BY STEVEN LEMONGELLO
AND JEFF WEINER
President Donald Trump chatted with students and praised educators at a private Catholic school in Orlando on March 3, part of a trip focusing on a scholarship program for low-income families.
Trump’s visit also drew about 100 protesters angry at what they described as an “anti-public schools agenda.”
The president arrived at St. Andrew Catholic School in the Pine Hills neighborhood along with Gov. Rick Scott, Secretary of Education Betsy DeVos and U.S. Sen. Marco Rubio. It was the first time Rubio had appeared with Trump since the election.
‘College and heaven’
Trump’s daughter Ivanka and her husband, Jared Kushner, a White House adviser, also were on hand.
“Beautiful class, beautiful students, right?” said Trump as he walked into teacher Jane Jones’ fourth-grade classroom.
As the children all recited the school’s goals — “College and heaven” — Trump asked students, including fourth-graders Janayah Chatelier and Landon Fritz, both of Orlando, what they wanted to be when they grew up.
“You’re going to grow your own business,” Trump told them. “You’re going to make a lot of money.
But don’t run for politics after.”
Trump was handed two cards, one welcoming him to the school and another in celebration of Florida’s 172nd anniversary, as he and the other officials made their way through the room.
“I love her hair,” Trump said to DeVos about a girl with braids.
Trump’s visit to the predominantly African-American school focused on the Florida Tax Credit scholarship, a voucher program that helps 295 students from low-income families at the school of nearly 350 students.
Started in 2002, the tax-credit program has allowed businesses to funnel tax dollars to private schools, including many religious ones. Across Florida, 97,926 students attend private schools using tax-credit scholarships, officials say. The credit can provide up to $5,886 per student annually.
Trump also spoke with Bishop Moore Catholic High School students Artayia Wesley and Marcus Millien, both of whom told the president about how the scholarship changed their lives.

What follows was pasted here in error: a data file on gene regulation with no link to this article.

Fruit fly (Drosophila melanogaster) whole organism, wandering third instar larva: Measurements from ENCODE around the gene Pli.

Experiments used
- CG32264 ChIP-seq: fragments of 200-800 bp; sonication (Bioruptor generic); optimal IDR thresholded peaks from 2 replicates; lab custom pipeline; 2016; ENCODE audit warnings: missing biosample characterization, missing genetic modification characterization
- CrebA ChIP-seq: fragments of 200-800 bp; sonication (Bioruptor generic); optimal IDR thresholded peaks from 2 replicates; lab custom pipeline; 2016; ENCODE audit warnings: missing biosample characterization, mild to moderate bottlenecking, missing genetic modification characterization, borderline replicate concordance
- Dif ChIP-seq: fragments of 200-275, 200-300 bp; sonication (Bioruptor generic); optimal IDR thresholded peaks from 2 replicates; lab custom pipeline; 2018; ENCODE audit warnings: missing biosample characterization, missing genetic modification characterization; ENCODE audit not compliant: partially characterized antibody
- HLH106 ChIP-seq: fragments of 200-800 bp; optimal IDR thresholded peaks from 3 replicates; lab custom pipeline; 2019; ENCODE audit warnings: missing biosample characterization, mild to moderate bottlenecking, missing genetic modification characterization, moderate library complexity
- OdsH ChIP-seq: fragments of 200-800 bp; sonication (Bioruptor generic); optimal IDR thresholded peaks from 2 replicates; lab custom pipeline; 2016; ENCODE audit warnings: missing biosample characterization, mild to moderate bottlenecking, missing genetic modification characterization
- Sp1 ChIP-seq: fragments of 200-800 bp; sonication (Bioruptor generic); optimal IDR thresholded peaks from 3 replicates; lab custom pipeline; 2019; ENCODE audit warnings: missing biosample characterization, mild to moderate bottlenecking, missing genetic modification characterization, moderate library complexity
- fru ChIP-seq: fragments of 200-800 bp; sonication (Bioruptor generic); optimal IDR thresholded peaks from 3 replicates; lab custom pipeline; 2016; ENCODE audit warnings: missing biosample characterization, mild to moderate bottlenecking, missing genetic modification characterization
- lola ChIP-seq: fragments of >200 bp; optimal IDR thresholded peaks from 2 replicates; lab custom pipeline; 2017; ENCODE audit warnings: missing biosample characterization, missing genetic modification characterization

“My mother was a struggling Haitian immigrant who came here in search of the American dream,” said Marcus, 16, afterward. Trump “encouraged us as we talked about our stories, and he told us things like, ‘great job’ and ‘proud to hear that.’”
Before a round table session that was closed to reporters, Trump praised St. Andrew Principal Latrina Peters-Gibson and Diocese of Orlando schools superintendent Henry Fortier.
“They understand how much students benefit from a full education, one that enriches both the mind and soul,” Trump said. “A good combo.”
Fortier talked about how school choice “is an important part of my career. … Lots of people have different opinions, but I see it as a partnership, not a situation of ‘us vs. them.’”
Trump cited Rubio and Scott as part of the reason “progress is going further and further” in education in Florida. He added that the state would have “a fabulous relationship” with DeVos, a major advocate of school choice programs.
Scott, Rubio and DeVos said little during the parts of the event open to the news media, with Scott only talking to a student about how the school’s great reputation was why the president was there.
Before the event, protesters gathered less than a quarter mile from the school just after noon to protest the visit and the Trump administration’s education priorities.
The protesters, many coordinated by progressive advocacy groups Organize Florida and For Our Future, toted signs and chanted slogans at passing traffic on busy Colonial Drive near Hastings Street, denouncing Trump and demanding support for public education.
“We are not falling for it, Mr. Trump,” said Robin Harris, an Organize Florida activist and Pine Hills resident. “We know that your program and your ideology and your rhetoric about school choice does not have the Black and brown student community in mind. We don’t like school choice.
We don’t need it. We don’t want it.”
Staff writer Annie Martin contributed to this report.